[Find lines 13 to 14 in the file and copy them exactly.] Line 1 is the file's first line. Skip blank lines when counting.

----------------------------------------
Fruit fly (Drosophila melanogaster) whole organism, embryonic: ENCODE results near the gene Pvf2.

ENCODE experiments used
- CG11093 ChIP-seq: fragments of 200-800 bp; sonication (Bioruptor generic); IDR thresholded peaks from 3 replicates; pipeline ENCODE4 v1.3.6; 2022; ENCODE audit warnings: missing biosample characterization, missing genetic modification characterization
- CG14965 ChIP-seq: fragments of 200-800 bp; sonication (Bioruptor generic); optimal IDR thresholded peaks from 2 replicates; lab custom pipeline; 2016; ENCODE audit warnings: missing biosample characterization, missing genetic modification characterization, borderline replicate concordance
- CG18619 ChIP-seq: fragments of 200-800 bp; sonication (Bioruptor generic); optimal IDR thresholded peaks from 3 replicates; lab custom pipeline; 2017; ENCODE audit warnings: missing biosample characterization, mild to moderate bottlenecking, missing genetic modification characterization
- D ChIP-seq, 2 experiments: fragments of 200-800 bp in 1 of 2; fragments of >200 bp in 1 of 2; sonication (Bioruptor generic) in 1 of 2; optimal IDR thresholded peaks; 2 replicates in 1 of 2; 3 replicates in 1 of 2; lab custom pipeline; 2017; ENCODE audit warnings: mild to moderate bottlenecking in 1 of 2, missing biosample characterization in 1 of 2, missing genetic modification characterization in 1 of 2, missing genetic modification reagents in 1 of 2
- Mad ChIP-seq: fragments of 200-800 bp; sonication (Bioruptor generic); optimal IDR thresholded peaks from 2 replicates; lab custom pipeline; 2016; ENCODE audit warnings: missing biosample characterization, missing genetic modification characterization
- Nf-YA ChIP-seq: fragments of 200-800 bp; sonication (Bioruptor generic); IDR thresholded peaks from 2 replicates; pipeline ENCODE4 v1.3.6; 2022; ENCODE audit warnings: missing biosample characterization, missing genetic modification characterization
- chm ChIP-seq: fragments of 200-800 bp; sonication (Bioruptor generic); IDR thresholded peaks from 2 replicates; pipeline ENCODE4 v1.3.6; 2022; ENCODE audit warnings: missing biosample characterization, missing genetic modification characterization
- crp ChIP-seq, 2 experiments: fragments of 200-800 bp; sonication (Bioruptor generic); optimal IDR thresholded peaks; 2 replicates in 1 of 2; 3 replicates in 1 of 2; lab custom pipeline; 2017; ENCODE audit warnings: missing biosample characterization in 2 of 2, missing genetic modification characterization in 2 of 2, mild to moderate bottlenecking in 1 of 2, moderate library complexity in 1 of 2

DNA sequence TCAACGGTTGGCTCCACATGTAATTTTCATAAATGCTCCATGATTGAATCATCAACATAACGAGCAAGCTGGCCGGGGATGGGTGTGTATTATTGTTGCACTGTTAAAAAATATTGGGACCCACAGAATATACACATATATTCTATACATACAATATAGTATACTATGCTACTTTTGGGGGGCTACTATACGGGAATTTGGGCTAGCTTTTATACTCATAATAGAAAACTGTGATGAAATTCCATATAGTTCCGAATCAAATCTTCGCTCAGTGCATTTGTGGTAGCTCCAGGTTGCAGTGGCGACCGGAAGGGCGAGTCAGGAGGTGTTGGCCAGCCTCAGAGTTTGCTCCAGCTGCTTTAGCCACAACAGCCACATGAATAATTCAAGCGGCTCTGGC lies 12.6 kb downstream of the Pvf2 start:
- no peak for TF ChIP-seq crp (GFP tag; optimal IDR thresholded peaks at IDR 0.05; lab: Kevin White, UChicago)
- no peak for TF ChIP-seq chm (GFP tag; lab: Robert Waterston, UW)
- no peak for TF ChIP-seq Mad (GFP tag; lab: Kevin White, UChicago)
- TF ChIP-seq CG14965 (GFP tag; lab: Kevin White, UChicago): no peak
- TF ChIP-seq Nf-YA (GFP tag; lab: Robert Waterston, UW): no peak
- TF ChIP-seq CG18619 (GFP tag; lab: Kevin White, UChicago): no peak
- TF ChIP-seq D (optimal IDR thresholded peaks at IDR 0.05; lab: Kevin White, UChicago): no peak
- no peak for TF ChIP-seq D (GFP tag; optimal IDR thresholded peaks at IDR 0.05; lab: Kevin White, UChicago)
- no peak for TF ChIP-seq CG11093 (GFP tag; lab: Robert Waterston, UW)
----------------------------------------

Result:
- no peak for TF ChIP-seq chm (GFP tag; lab: Robert Waterston, UW)
- no peak for TF ChIP-seq Mad (GFP tag; lab: Kevin White, UChicago)